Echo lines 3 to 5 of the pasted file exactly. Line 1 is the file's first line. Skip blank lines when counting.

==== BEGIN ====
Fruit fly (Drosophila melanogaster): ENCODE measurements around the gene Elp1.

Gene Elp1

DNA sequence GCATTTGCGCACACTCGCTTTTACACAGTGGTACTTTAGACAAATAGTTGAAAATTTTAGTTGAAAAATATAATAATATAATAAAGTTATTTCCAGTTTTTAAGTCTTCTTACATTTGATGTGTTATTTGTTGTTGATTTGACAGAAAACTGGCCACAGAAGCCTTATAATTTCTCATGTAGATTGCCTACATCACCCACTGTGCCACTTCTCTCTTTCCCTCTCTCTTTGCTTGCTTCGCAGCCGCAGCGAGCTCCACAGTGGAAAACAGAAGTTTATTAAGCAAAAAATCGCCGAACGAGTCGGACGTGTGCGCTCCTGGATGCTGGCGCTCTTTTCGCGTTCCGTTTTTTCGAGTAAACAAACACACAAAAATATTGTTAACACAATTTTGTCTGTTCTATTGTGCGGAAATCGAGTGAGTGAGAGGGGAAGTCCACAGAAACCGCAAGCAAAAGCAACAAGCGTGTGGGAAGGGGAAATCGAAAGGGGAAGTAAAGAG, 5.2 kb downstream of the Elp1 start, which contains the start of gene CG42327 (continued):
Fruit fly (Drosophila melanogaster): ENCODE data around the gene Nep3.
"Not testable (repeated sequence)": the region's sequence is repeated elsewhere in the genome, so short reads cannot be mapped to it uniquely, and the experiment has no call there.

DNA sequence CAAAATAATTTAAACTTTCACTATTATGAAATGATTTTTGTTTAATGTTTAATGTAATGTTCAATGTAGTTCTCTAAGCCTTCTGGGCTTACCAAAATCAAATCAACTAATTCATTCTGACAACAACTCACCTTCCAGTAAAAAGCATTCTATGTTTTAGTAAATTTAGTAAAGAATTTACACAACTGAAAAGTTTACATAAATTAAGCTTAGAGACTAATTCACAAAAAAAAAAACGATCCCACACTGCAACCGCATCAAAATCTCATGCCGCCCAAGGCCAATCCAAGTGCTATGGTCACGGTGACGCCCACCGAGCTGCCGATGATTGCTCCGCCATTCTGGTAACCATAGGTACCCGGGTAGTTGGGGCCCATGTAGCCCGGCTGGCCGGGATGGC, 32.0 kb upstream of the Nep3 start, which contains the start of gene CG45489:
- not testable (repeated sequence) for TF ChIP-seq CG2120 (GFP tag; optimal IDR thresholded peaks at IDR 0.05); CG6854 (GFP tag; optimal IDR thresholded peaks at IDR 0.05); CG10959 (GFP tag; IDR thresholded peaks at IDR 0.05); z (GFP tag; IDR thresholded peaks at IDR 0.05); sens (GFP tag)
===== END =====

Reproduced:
DNA sequence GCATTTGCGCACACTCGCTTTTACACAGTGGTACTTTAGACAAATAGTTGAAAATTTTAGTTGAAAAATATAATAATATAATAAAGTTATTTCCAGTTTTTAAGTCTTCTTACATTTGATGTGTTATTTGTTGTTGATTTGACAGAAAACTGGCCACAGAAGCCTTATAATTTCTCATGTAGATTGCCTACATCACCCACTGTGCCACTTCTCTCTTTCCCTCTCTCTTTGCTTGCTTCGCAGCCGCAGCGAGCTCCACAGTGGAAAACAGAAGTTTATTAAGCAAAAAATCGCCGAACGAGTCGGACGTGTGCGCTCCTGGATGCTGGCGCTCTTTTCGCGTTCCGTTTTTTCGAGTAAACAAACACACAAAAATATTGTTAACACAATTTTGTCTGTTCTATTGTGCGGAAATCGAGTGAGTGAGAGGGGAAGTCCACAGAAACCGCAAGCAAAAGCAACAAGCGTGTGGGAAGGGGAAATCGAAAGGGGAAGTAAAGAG, 5.2 kb downstream of the Elp1 start, which contains the start of gene CG42327 (continued):
Fruit fly (Drosophila melanogaster): ENCODE data around the gene Nep3.
"Not testable (repeated sequence)": the region's sequence is repeated elsewhere in the genome, so short reads cannot be mapped to it uniquely, and the experiment has no call there.